They dance on his bruised and battered, almost-dead soul, his humiliation being greater because it was egged on by those whom he has tried, in Christ, to serve. "See these Christians, how they love one another."
And Ms. Akoury. "Like David, we have defeated Goliath." How she revealed her ugly intentions in that metaphor! This is what she actually said: "We will one day be king, because we have slain the King's only Son. We will remake His Body, the Church, in OUR image." As Jesus said, "Their very own words will condemn them."
She did not say anything about "answered prayers". It's a good thing. From the ugly fruit that this ugly tree has borne, it can hardly have been an answer from God.
Worst of all (as if all that hell-on-earth were not enough) are the charades called "eucharistic prayer services", which are nothing more than blasphemy and sacrilege. They mock the very thing that they pretend to worship.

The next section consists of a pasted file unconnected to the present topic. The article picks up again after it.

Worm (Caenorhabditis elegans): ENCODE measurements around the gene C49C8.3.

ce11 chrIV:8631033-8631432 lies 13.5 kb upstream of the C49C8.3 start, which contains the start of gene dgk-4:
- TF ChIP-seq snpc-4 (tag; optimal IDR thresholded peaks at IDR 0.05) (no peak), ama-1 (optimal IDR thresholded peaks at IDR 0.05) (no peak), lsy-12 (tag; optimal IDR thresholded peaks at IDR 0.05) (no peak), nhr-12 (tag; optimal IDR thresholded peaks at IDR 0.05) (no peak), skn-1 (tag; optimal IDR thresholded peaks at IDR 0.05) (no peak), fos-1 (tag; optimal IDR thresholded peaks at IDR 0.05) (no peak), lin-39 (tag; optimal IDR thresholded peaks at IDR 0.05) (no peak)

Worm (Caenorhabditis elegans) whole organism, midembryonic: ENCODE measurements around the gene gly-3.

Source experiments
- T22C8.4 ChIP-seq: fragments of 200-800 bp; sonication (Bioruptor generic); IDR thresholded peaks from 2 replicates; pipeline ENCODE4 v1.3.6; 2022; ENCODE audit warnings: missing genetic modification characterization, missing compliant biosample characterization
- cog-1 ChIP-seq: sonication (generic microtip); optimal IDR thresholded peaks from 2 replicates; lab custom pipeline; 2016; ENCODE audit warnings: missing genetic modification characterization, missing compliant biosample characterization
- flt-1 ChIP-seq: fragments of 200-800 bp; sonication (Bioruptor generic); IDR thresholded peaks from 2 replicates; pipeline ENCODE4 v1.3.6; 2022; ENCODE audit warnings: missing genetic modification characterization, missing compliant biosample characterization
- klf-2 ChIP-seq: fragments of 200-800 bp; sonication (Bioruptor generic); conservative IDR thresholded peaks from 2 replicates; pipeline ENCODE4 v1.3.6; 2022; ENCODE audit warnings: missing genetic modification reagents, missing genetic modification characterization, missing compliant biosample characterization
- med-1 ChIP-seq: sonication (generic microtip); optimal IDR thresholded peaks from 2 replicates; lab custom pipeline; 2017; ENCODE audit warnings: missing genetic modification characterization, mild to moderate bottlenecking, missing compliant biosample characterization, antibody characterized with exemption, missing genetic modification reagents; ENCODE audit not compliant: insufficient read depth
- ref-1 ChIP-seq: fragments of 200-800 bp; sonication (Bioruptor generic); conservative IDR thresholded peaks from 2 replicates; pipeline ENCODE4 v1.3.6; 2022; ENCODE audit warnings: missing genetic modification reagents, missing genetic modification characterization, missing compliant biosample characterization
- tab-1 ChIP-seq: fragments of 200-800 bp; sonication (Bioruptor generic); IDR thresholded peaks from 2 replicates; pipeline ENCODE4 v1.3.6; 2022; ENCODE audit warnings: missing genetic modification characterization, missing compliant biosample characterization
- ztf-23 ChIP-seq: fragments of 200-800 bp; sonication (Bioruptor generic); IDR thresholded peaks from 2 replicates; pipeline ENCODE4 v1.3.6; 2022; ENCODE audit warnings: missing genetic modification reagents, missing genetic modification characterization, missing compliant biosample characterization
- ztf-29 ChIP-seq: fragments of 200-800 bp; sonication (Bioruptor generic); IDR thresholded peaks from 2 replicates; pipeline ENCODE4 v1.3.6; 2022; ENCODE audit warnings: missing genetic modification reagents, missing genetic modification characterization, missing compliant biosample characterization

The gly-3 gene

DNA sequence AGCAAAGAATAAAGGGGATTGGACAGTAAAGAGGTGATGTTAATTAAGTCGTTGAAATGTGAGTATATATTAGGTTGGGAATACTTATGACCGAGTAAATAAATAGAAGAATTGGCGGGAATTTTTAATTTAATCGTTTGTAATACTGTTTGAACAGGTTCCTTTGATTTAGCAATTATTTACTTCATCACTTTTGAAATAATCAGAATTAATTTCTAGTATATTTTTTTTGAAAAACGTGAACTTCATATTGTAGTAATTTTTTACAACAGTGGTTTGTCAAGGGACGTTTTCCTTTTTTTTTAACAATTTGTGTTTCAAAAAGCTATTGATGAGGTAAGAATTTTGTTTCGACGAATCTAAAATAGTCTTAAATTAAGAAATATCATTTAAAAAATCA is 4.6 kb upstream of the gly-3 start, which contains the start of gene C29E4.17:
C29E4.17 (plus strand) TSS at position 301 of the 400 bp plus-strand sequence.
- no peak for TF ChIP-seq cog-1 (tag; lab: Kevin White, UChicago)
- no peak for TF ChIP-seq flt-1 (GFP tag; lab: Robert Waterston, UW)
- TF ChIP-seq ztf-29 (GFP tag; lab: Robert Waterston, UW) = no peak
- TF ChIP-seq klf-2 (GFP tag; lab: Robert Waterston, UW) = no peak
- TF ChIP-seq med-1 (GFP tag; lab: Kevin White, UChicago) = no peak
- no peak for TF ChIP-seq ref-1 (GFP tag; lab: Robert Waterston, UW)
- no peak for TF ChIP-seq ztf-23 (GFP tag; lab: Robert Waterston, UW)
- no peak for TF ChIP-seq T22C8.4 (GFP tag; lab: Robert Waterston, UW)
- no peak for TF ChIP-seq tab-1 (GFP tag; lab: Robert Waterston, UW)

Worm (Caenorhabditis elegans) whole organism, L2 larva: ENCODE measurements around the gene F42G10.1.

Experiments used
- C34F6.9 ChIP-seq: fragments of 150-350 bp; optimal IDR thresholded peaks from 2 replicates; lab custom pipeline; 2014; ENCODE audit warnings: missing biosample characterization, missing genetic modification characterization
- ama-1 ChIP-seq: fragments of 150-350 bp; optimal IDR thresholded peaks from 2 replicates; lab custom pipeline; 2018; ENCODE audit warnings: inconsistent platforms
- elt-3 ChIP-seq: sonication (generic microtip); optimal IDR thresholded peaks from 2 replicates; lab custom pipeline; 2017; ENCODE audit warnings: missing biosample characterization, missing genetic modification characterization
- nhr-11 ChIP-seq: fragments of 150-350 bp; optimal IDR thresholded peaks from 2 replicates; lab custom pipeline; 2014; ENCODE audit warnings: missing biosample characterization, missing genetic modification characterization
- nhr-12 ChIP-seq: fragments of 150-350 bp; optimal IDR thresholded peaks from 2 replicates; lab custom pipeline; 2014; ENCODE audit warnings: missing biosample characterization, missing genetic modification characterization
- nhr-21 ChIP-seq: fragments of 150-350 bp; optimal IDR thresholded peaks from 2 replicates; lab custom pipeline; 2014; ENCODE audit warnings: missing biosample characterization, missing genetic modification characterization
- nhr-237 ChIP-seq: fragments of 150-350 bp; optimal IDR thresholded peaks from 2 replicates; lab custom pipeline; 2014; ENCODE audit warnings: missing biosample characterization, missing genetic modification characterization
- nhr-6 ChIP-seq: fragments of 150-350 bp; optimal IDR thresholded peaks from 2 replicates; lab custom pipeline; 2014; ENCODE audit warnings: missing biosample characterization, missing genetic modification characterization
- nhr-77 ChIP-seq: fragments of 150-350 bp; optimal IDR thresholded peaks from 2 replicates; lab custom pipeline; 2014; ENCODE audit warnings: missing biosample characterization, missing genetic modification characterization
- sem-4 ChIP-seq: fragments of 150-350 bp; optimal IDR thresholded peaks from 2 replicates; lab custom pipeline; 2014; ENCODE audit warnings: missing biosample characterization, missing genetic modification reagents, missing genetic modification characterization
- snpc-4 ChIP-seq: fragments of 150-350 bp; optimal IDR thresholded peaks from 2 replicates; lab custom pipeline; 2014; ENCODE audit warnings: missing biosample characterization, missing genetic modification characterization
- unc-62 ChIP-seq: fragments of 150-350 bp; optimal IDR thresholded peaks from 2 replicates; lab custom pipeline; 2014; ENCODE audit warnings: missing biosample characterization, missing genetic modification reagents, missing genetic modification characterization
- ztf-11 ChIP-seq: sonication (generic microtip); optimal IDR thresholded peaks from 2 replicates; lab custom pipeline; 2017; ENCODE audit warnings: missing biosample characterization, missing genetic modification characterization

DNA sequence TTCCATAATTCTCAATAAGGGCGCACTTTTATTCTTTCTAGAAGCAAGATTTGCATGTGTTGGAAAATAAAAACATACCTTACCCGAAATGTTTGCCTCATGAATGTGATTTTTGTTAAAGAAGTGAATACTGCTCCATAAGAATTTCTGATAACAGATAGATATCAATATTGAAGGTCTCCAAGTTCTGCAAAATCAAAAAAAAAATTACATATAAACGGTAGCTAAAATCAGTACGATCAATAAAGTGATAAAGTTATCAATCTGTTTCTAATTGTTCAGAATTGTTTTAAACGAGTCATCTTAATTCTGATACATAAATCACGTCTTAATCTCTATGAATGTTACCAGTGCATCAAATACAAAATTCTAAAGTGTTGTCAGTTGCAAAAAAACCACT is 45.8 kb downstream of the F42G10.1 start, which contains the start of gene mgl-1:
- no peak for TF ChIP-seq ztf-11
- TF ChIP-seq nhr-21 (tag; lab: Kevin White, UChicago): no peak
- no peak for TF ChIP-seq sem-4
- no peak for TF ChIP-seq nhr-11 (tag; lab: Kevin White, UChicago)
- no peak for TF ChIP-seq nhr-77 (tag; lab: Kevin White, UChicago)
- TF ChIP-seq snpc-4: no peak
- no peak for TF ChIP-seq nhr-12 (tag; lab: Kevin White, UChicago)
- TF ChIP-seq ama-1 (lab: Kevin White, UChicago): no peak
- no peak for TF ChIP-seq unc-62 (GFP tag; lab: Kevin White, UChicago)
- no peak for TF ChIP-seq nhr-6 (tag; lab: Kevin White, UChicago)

These are the bleeding, gaping wounds that every one of us who love the Church have suffered from the self-indulgence of whining children who don't want to leave their little sandbox.
So now, the St. Albert's-Lovel's Corner Men's (and Lady's) Club has re-opened, and they can have their soccer team and their hockey team and their color guard, and their book club that studies heresy, and feel very smug and self-satisfied.
Eucharistic Adoration? Forty Hours Devotion? As I was told by the man who runs their website, "Oh, we don't have time for those things. Maybe someday when we are not so busy."
They have defeated the King--and they are SO proud.
Wednesday, July 06, 2005
Here's the website I got it from, but you don't even have to visit it. Just send an email info to firstname.lastname@example.org to get a daily message about...well, what should be the most important part of your life.